The Nationals Senator for Victoria Bridget McKenzie today moved a motion that will
see the Senate investigate the effect of market consolidation on the red meat
Senator McKenzie, working in consultation with her National Party colleagues, local producers and key industry groups, was the driving force behind drafting the terms of reference and moving the motion.
Senator McKenzie said the move was response to meat processors’ recent boycott of the Barnawartha Saleyards in Victoria’s North-East, with local producers angered by the ever-increasing market power of meat processors.
“Working alongside local producers, the Victorian Farmers Federation and New South Wales Famers Association and my National Party colleagues, I moved this motion with the aim of shining a light on the red meat processing sector,” Senator McKenzie said.
“Many local producers have been too afraid to speak out about what is happening in their sector through fear of reprisals from processors.
“This inquiry will provide an open forum where we can have the discussion, where all the issues can be thoroughly investigated and both producers and processors can have their say.
“If we are to have a strong industry, producers need to have faith that there is a level playing field across the supply chain, with the recent boycott by processors at Barnawartha damaging that faith.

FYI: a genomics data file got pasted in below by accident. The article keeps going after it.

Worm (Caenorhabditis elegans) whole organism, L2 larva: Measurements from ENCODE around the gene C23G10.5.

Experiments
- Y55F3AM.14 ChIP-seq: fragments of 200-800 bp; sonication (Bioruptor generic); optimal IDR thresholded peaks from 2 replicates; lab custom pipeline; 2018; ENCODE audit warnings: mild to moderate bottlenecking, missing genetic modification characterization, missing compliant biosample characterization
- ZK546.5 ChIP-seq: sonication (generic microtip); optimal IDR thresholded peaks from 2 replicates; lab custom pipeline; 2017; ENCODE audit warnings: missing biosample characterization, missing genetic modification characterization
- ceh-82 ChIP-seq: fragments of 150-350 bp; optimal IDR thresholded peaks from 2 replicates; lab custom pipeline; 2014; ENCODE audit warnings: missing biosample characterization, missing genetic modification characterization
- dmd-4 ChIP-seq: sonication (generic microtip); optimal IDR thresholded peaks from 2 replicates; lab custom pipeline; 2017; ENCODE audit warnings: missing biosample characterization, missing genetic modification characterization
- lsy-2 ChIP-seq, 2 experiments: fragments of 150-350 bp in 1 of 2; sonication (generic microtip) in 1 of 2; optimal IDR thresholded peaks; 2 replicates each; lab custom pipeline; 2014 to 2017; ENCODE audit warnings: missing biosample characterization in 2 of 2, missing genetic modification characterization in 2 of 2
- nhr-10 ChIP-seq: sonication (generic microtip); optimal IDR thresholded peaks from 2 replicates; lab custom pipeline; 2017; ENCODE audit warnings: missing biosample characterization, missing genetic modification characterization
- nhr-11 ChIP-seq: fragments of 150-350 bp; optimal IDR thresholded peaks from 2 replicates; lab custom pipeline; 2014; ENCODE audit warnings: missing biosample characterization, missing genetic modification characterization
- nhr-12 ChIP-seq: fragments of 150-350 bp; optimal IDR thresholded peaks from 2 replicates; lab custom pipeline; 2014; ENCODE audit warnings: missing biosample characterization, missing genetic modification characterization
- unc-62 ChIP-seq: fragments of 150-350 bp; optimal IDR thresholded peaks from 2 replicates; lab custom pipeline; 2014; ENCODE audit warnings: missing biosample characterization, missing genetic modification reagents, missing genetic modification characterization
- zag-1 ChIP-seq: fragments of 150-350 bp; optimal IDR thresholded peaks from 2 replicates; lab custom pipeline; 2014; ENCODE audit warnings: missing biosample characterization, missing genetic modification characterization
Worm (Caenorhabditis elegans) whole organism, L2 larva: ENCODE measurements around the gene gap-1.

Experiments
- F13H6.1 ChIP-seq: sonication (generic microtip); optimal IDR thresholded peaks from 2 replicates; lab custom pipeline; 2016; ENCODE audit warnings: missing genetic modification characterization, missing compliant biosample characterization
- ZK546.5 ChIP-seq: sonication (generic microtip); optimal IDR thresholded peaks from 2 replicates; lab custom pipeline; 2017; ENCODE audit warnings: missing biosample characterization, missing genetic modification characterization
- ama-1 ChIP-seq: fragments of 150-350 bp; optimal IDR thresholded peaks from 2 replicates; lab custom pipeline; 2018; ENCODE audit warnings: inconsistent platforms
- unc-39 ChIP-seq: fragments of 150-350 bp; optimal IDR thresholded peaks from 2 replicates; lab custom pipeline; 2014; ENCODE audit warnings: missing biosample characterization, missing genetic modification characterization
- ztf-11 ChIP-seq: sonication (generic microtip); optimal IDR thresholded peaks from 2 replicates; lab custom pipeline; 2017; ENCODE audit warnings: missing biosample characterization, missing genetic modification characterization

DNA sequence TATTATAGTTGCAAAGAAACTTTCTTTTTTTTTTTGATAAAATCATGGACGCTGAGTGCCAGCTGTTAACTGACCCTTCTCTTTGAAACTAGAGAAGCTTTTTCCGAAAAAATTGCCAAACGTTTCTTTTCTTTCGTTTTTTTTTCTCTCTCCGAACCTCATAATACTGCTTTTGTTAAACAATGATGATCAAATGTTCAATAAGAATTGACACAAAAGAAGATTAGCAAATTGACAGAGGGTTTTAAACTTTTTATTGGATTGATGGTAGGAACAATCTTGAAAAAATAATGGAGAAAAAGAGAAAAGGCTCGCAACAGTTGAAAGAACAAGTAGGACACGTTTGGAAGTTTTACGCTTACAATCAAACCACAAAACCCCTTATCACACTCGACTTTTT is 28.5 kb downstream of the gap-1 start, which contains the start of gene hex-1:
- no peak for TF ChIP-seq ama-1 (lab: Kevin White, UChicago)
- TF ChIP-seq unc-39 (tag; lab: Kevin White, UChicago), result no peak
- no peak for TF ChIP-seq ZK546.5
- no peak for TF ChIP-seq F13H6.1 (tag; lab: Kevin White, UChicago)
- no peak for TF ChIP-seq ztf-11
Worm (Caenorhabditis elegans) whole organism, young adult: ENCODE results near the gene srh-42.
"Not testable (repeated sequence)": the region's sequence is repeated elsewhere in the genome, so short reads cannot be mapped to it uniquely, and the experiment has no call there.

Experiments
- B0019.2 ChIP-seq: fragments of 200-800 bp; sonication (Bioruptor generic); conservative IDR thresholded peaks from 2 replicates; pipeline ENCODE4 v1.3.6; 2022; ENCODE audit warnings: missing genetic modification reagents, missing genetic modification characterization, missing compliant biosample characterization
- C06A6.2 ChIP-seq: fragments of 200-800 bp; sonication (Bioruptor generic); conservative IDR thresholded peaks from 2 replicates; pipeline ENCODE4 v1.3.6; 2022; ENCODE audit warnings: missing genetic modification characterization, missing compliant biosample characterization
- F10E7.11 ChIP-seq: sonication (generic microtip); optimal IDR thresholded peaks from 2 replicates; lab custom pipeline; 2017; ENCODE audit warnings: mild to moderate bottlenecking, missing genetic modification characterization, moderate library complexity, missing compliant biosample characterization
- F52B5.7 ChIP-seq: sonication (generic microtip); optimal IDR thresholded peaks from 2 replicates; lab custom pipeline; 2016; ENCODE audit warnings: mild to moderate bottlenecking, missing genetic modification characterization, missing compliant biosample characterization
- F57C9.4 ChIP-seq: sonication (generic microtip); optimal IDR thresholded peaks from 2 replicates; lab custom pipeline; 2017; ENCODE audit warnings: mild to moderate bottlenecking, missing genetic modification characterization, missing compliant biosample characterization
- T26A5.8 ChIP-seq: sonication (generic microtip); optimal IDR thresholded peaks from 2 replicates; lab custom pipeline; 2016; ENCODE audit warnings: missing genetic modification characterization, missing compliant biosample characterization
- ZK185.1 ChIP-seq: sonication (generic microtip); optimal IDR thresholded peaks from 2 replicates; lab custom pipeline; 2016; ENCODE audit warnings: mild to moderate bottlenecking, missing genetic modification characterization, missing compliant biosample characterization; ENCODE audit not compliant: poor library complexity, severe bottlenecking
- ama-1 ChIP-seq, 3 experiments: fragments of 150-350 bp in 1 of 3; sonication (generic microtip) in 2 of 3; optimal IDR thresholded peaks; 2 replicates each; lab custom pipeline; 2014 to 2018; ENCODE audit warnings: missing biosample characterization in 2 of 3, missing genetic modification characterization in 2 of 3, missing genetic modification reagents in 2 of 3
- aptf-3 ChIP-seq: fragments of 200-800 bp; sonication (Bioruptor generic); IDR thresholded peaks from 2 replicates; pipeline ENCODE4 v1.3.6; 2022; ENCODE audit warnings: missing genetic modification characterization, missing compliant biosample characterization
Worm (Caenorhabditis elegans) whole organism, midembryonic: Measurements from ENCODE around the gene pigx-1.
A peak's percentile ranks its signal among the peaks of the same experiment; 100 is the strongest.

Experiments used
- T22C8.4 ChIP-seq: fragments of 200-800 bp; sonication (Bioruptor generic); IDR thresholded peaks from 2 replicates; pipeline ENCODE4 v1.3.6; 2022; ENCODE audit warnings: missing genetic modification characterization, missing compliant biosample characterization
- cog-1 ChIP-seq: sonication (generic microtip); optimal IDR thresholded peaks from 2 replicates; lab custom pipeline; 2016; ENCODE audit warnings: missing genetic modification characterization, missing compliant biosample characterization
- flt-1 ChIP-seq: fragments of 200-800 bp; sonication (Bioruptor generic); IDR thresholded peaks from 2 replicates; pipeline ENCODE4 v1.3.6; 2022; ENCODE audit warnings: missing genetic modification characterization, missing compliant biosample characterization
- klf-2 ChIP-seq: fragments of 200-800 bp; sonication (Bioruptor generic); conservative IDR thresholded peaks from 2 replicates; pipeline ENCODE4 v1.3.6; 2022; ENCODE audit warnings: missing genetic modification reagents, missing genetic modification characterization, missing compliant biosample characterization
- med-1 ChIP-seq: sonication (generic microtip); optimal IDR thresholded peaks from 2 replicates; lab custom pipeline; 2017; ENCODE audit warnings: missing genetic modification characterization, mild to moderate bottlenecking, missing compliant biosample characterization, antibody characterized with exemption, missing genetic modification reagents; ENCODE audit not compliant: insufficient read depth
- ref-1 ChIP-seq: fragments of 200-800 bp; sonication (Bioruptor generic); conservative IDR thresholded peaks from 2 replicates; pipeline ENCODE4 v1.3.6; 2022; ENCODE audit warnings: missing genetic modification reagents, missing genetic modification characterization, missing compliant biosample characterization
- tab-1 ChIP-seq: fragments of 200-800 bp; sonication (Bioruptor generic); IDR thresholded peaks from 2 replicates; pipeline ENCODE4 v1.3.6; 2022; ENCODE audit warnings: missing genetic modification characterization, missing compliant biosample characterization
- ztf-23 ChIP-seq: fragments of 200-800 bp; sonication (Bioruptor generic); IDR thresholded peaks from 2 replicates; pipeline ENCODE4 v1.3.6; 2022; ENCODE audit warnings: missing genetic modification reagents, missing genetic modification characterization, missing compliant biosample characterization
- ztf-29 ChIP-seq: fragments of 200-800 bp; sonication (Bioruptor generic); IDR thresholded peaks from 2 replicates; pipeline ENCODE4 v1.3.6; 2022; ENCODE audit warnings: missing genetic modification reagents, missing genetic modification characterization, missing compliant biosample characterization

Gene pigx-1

“We currently have a situation where processors and supermarkets continue receive record prices for local beef, yet the producers returns are diminishing – this needs to be thoroughly looked at.
“The Nationals are committed to standing up for local farmers and this inquiry will answer many of the farmers concerns and ultimately pave the way for a fairer and more transparent industry.”
Senator McKenzie said the motion, which received support from The Nationals Senators John Williams, Barry O’Sullivan and Matt Canavan, had been referred to the Rural and Regional Affairs and Transport References Committee for inquiry and report by 12 August 2015.
Senator McKenzie said the Committee would investigate:
- The potential for misuse of market power through buyer
collusion and the resultant impact on producer returns;
- The impact of the red-meat processor consolidation on market
competition, creation of regional monopolies and returns to farm gate;
- The existing selling structures and processes at saleyards, particularly pre and post-sale
weighing, as well as direct sales and online auctions, and whether they remain
- The regulatory environment covering livestock, livestock agents, buyers and meat processors; and
- Any related matter.
Senator McKenzie said the inquiry would complement the work being undertaken by the Australian Competition and Consumer Commission, which was currently investigating the buyer boycott at Barnawartha.
“We cannot continue to have events occurring like the recent boycott at Barnawartha,” Senator McKenzie said.
“It damages this important local industry, hurts producers, hurts processors and ultimately hurts consumers.
“The Nationals are committed to working alongside producers and processors to achieve positive outcomes for the industry.”
Media contact: Ben Bulmer 0488 747 770 email@example.com